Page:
Pasumarthy et al listed risk factors for the superior mesenteric artery syndrome (SMAS). The authors are from York Hospital in York, Pennsylvania.


Normally the proximal superior mesenteric artery is surrounded by mesenteric fat. Anything that reduces this fat, or causes the superior mesenteric atery to come closer to the abdominal aorta can result in compression of the duodenum, which lies between the two vessels.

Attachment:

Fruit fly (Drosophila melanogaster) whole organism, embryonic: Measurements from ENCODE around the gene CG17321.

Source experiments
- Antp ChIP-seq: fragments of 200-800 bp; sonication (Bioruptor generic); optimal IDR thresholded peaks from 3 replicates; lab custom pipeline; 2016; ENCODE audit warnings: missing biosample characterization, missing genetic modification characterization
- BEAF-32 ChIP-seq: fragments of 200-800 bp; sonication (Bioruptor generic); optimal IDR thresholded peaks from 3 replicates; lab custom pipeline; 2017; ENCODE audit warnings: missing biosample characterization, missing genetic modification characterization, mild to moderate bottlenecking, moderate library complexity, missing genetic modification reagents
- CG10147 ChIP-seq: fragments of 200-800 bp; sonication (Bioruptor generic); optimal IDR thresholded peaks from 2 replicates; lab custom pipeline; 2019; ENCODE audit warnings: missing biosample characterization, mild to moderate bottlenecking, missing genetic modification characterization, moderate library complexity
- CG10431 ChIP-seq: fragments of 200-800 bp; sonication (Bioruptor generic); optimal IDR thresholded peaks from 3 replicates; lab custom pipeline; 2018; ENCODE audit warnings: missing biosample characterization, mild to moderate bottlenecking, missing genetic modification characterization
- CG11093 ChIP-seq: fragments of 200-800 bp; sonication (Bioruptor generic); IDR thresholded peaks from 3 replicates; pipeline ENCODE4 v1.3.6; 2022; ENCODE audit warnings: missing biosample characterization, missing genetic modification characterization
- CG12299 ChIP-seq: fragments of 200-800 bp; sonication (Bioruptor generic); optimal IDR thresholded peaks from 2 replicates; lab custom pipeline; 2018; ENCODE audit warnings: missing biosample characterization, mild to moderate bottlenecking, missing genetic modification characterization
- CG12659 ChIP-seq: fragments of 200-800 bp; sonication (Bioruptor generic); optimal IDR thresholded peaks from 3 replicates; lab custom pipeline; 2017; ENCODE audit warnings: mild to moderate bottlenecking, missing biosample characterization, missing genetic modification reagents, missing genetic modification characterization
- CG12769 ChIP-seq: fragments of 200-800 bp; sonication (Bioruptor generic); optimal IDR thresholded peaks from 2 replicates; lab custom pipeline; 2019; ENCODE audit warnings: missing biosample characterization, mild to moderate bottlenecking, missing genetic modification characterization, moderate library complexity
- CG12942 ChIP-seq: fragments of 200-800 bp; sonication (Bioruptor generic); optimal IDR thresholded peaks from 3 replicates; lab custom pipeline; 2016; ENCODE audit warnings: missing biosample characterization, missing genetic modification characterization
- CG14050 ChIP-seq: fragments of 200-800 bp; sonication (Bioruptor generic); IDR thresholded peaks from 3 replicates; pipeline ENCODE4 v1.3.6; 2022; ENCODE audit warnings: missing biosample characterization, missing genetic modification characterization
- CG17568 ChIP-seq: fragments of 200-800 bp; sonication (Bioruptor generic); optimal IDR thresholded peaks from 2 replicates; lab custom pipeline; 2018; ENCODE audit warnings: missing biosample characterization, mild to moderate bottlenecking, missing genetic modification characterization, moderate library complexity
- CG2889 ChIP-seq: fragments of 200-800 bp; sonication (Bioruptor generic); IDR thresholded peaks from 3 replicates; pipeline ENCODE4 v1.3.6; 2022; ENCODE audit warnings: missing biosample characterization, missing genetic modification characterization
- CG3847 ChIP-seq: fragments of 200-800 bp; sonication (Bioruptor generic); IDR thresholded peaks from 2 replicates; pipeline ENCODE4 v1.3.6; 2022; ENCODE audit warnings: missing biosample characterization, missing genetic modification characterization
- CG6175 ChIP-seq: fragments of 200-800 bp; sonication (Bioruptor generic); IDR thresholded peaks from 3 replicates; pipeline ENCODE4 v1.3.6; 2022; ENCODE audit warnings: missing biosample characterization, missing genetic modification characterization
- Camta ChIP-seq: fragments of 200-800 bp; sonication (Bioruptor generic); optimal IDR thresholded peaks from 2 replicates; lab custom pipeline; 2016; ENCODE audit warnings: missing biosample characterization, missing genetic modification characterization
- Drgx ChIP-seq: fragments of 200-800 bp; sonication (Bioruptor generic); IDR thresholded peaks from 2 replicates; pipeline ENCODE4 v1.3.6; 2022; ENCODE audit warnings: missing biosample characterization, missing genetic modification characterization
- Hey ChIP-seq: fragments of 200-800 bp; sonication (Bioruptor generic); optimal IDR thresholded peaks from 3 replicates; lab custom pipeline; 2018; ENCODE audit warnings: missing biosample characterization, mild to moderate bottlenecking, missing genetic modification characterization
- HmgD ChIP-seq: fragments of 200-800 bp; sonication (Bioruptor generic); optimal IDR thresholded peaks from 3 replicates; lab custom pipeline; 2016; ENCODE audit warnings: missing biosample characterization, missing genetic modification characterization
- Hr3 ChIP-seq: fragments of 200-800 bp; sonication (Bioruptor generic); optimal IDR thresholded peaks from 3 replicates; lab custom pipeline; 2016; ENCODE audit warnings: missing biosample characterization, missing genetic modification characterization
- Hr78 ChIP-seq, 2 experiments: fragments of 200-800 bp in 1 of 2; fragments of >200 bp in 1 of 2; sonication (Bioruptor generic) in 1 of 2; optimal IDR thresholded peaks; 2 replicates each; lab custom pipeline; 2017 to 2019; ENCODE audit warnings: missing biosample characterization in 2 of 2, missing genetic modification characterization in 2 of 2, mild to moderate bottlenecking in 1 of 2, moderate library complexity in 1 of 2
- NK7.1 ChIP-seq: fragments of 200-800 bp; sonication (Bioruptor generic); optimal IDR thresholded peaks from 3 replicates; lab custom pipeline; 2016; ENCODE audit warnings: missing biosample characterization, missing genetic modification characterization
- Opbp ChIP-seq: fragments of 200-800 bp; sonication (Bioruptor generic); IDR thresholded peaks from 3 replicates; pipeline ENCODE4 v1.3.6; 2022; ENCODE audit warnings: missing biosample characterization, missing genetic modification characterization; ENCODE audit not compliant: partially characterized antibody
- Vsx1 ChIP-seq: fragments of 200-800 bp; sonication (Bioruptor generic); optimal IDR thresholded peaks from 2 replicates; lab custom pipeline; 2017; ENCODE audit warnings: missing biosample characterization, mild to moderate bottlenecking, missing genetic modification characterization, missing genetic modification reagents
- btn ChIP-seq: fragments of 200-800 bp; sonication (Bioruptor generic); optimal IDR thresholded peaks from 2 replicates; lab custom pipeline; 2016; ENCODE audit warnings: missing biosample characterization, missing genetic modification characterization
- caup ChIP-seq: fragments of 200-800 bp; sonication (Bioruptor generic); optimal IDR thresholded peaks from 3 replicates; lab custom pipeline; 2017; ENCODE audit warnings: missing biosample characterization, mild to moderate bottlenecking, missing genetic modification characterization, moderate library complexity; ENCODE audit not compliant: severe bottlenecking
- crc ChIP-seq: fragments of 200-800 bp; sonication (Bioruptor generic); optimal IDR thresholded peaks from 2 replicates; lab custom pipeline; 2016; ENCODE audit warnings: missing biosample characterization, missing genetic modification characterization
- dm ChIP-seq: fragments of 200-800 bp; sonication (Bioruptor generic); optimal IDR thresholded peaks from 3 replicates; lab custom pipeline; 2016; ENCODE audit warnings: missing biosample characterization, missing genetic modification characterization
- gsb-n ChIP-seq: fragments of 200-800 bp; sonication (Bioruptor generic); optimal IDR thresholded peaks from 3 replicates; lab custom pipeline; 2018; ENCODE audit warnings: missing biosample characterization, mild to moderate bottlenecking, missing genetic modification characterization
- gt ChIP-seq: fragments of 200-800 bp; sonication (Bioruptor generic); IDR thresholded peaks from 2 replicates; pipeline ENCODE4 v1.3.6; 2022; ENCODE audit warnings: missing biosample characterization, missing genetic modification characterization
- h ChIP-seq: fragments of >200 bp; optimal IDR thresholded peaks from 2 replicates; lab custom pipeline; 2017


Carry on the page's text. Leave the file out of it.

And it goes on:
Body weight and nutrition:

(1) low body mass index (lean habitus)

(2) rapid weight loss or cachexia

(3) malabsorption or malnutrition

(4) rapid linear growth during adolescence without compensatory weight gain


Surgery and/or trauma:

(1) prolonged bed rest

(2) use of a body cast

(3) injury to the spinal cord

(4) scoliosis surgery

(5) abdominal surgery


Anatomic causes:

(1) abnormally high and fixed position of the ligament of Treitz

(2) unusually low origin of the superior mesenteric artery (SMA)


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